The deadliest of all reptiles, however, are the crocodiles. Every animal has to drink, and the water is the home of these powerful archosaurs.  Three species, only one of which is still extant, ruled African rivers. The oldest was Rimasuchus or Lloyd’s Rift Crocodile, appearing in the Miocene and surviving into the early Pleistocene. 7 meters long, their bites are distinguished by their sheer size of the marks on mammal bones. In addition to young rhinoceri, ungulates, and infant proboscideans, primates were fair prey, and their teeth have left many a mark on human bones from Australopithecus to even Homo erectus. 

 Rimasuchus was overthrown in the Pliocene by two species of the genus Crocodylus. The largest was the horned, 25-foot monster Crocodylus anthropophagus, named for being found in Olduvai Gorge, where many hominin and human fossils have been found. No doubt it would have found us easy prey, striking from the water and killing the victim before anyone knew what was happening, before any alarms could be sounded. Thankfully, the ice ages dried up the Rift Valley, ending both the old Rift Crocodile and its horned usurper. 

However, Australopithecus would have also been preyed on not only by the giants above, but by a predator that still haunts African waterways.  Nile Crocodiles are everywhere,  eating anything they can catch. They range from the common 10 to the rare but documented 20 feet (such as the legendary 1-ton septuagenarian man-eater Gustave) in length, eating prey from small fish and turtles to giraffes, buffalo, and eland. There’s even one incident where foolhardy black rhinoceros tried to swim through deep water and fell prey to a huge crocodile. If a lion, even a large male, is foolish enough to probe croc-infested waters, he will die.  The still-more-horrifying water pollution and the leather industry have taken their toll on the crocs, but in protected areas they thrive.  The wide range of Nile crocs leads to 12 reported deaths a year even in the 21st century.  

Death by crocodile is swift. The moment a prey wades or even walks to the water’s edge, they are in striking distance. The crocodile strikes at 20 miles an hour from total submersion, its powerful tail launching it at the target. Once the opened mouth hits the target, it clamps down 60 2-inch teeth at 5000 PSI, enough to break a cow’s limb.  If the croc hits the muzzle, it will pull the victim into the water to drown (a human skull would just pop, though). If it bites a limb, it will pull it in to the water then roll its entire body to twist the limb off. Usually death from blood loss and drowning finish the prey off.  Baboons and apes in Africa often refuse to cross water, and it’s unknown when our species learned to overcome that fear. Even a man with a high-powered rifle is in danger if he gets too close or is shooting from a boat-the armor and strong skull can withstand bullets in certain circumstances.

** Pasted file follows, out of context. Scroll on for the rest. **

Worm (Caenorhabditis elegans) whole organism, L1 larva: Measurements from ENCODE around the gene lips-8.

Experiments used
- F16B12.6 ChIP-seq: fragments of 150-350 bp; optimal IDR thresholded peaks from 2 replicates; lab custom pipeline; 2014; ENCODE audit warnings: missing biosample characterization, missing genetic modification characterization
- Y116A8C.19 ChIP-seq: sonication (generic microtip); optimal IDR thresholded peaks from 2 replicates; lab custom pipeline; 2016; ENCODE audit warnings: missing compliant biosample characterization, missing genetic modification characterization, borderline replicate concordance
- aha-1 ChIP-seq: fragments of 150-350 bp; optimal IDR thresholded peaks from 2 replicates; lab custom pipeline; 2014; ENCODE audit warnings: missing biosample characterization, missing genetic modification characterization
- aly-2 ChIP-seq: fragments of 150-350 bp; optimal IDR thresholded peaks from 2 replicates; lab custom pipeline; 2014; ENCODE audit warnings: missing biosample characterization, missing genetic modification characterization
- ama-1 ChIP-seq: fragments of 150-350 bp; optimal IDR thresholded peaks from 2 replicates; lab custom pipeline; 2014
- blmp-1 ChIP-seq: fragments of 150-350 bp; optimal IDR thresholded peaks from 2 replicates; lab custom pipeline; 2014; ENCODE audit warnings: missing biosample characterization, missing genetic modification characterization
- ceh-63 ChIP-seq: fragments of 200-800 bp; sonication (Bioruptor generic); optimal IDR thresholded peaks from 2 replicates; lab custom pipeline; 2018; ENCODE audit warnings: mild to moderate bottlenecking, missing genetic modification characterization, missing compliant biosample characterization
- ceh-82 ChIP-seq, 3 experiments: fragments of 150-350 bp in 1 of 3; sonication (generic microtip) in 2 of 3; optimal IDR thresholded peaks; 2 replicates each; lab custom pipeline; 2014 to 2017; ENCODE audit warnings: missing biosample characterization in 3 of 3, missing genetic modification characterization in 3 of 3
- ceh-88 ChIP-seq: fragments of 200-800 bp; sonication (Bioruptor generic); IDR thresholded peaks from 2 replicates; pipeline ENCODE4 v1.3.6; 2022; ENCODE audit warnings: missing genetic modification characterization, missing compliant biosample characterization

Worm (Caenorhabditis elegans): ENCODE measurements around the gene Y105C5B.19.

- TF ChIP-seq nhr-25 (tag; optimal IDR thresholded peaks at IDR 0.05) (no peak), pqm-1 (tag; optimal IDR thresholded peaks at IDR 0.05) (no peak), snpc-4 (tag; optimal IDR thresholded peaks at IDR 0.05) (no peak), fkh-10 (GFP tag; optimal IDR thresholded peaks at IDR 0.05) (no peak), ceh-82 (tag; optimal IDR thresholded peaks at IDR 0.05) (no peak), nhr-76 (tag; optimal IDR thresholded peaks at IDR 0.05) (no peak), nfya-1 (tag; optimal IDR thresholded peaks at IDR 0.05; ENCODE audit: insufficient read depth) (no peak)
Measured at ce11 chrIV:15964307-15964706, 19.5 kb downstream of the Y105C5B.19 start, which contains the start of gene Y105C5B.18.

What else do apes and monkeys fear? They fear the night. Why do we fear the night, the darkness? For one thing, our color vision prevents us from having effective night vision, rendering us nearly blind. And that’s when we’re prey for leopards. Take your house cat-they can see at night, have incredible agility and senses of smell, and can land a nasty scratch or bite if irritated. 


Leopards are not cute little kittens for long.  Male leopards can reach 200 lbs and run at 35 miles per hour. Adult male baboons and apes are more than a match for them in the day, but when night falls, they are targets. Leopards have excellent night vision, and incredible muscular control and precision. They quietly stalk the prey, get as close as possible, then in a powerful leap, throttle them with their powerful jaws. Animals often wake up to find one of their own missing, only to later see their remains yanked up a tree. The biggest leopards can kill a one-ton eland, and pull up 300 lb wildebeest into their tree or cave. Primates make good prey for them due to being helpless at night.
Worst of all, leopards are cosmopolitan, being found in all continents (the European leopard and Jaguar were wiped out by the ice age) but Australia and the Americas (the Americans have pumas and jaguars filling in their niche). 


  For 6 million years they’ve made short work of primates from Orroin and Paranthropus on the plains of Africa to modern humans in rural Africa and India.  Some leopards in history have become so assured to be able to hunt humans they even attack during the day.  One leopard in India, the Panar Leopard of 1910, killed and devoured over 400 people before the  legendary Anglo-Indian hunter/conservationist Jim Corbett  brought him down.  In the spring of 2015, at least 10 people were killed by leopards across India. In turn, traditional medicine and the growth of human populations in Africa and Asia have ravaged leopard populations in turn.